Parched India/ India’s water crisis # Groundwater - making the invisible visible

Kahlil Gibran, a Lebanese-American writer, poet and a philosopher used to say that a life without love is like a tree without blossoms or fruit but can you imagine a life without water that constitutes 70 per cent of our body.  With due respect to Kahlil, one can still live without love but humanity will be wiped out without water. 

Water crisis is snowballing into a global threat.  It could create a dystopian future where countries could be at war over water.  The U.S, China, Russia, Africa and elsewhere in Asia are facing increasing water scarcity due to population, industrialization, and urbanization. This has led to over-exploitation of groundwater and surface water. As per the United Nations, two thirds of the world will live in water-stressed countries by 2025. Food supply will also be at risk as agriculture will need a lot of water. To support the achievement of sustainable water management, UN has marked 22nd March as the ‘the World Water Day’.

India is facing its “worst water crisis” in history. We already know that as of now, over 75% of households in India do not have clean drinking water. In fact, 40% of the population will have no access to drinking water by 2030. Many taps are running dry in India. India's sixth-largest city, Chennai, hit the news recently for being the first major city in the world to run out of water. Other cities such as Bangalore, Delhi and Hyderabad have probably exhausted their groundwater resources in 2021. 

Water crisis is everyone’s responsibility and can be managed if all stakeholders pitch in. Our Prime Minister Narendra Modi had announced a plan to provide piped potable water to every rural household by 2024.

India is one of the leading mining countries of the world. Some of the processes in the mining sector do need water and in a few cases the pumped water that is allowed to drain into the river without any usage need to be conserved. Rainwater harvesting could be an excellent method to exalt the groundwater resources

The state government in Goa is introducing several water harvesting schemes to tap additional water. In one such case they have also sought permission to use abandoned mining pits in rainwater harvesting.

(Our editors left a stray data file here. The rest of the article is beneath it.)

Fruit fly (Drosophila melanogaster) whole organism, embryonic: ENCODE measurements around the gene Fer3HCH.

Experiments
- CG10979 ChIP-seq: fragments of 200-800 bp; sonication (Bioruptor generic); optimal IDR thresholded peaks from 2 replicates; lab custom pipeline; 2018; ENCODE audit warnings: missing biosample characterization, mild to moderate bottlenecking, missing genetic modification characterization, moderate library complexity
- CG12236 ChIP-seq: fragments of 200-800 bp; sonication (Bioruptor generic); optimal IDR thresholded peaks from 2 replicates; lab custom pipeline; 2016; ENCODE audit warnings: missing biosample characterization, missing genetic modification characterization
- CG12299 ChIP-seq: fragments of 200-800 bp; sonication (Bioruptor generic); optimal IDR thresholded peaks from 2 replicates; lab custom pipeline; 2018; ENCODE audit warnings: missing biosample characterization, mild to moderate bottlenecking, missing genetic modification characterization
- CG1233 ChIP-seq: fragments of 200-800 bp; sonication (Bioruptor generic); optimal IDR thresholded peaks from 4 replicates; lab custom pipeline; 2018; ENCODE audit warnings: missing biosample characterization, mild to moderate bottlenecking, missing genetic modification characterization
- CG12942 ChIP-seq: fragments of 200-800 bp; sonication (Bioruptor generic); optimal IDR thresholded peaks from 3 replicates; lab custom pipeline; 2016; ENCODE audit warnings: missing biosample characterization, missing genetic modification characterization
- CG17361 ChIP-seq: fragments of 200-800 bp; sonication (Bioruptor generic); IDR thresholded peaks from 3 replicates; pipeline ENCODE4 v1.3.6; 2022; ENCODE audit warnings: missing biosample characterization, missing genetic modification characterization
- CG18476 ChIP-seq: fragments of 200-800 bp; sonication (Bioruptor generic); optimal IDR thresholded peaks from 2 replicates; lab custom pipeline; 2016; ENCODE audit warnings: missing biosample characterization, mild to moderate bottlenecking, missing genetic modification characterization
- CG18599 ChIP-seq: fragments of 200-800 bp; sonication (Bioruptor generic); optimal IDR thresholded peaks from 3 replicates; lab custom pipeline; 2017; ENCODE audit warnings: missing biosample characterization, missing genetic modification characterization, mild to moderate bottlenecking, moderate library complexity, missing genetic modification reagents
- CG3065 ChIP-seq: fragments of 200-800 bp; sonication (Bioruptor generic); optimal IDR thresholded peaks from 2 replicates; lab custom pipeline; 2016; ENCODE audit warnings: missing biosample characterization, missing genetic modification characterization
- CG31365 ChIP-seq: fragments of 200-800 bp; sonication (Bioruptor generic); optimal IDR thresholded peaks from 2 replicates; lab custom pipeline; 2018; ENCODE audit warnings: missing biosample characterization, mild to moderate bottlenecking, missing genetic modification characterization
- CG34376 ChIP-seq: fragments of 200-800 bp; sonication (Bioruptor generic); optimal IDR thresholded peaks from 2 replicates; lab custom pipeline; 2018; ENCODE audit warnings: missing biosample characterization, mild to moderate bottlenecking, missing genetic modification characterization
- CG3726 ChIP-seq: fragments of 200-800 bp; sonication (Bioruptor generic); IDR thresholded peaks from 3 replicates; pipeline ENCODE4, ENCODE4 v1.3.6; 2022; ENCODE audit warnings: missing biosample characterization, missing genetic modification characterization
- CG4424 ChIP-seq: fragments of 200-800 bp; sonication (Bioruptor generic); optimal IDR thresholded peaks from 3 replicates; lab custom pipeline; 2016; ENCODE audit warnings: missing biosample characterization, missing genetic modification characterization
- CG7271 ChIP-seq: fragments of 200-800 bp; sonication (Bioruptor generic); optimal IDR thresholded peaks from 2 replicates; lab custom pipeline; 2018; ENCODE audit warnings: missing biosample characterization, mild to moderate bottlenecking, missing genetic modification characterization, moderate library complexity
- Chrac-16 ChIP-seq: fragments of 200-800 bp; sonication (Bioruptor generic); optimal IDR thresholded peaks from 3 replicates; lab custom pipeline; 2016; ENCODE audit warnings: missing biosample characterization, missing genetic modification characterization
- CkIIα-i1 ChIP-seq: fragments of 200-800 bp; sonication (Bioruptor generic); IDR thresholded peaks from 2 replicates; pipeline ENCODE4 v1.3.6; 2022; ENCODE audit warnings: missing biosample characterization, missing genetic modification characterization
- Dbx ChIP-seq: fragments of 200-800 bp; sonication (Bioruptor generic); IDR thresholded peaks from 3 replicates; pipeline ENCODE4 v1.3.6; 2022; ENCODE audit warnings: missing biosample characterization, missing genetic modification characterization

Rajasthan is another such example that presents its existence on ancient mining, The State government had suggested dredging and sediment removal from traditional tanks and ponds that could potentially be used to prepare the substratum over the mine wastes for direct seeding, which was done to enhance water shortage for wildlife and people. This innovative strategy helped in the revival of traditional water harvesting systems and enhanced biomass production, providing a solution to the recurring drought faced in Rajasthan.  

Even in MP, the government has rolled out Atal Bhujal Yojana, with a total outlay of Rs 6,000 crore from 2020 – 2025, which aims at groundwater management in 78 districts of the seven states, including the Bundelkhand region which faces severe water shortage.

Companies in the private sector are also considering sustainable practices in a world that is increasingly vulnerable to climate change. Cipla is one such company that is steering an extensive sustainable compliance drive. As part of their water neutrality initiatives, the brand recycles water at their site, which is up at 40% from 36% in FY20, and they have adopted rainwater harvesting within and outside their sites. Understanding its importance, similar efforts are being realised and pursued by brands across the country.  The upcoming Bunder Diamond Project in Buxwaha is planning to do just this.  The Project’s plan is to fulfil their water requirement by tapping the surface runoff rain water from seasonal Nallah by creating a rain water harvesting structure, which otherwise drains into the main channels. All endeavors to optimize the water in mineral processing by recirculation and reuse, adopting dry disposal of tailing ensuring recovery of 80-85% process water. Thus the total water requirement will be optimized and reduced to a much lower value compared to its peak water requirement. The water harvesting structure will also recharge the ground water. The project is also planning to work on Zero discharge concept (no liquid effluent will be discharged to ground or surface water courses, inside or outside lease area) thus no impact on the

Water quality is envisaged.

Looking at the current situation, we need to find a permanent solution for the crisis that is looming over our heads. All the stakeholders including start-ups are coming up with thoughtful and innovative solutions to achieve the Sustainable Development Goals that goes beyond drinking water, sanitation and hygiene to also address the quality and sustainability of water resources, which are critical to the survival of people and the planet. Who knows, with all its might in intellect and innovation, India could provide solutions to quench the thirst of the world.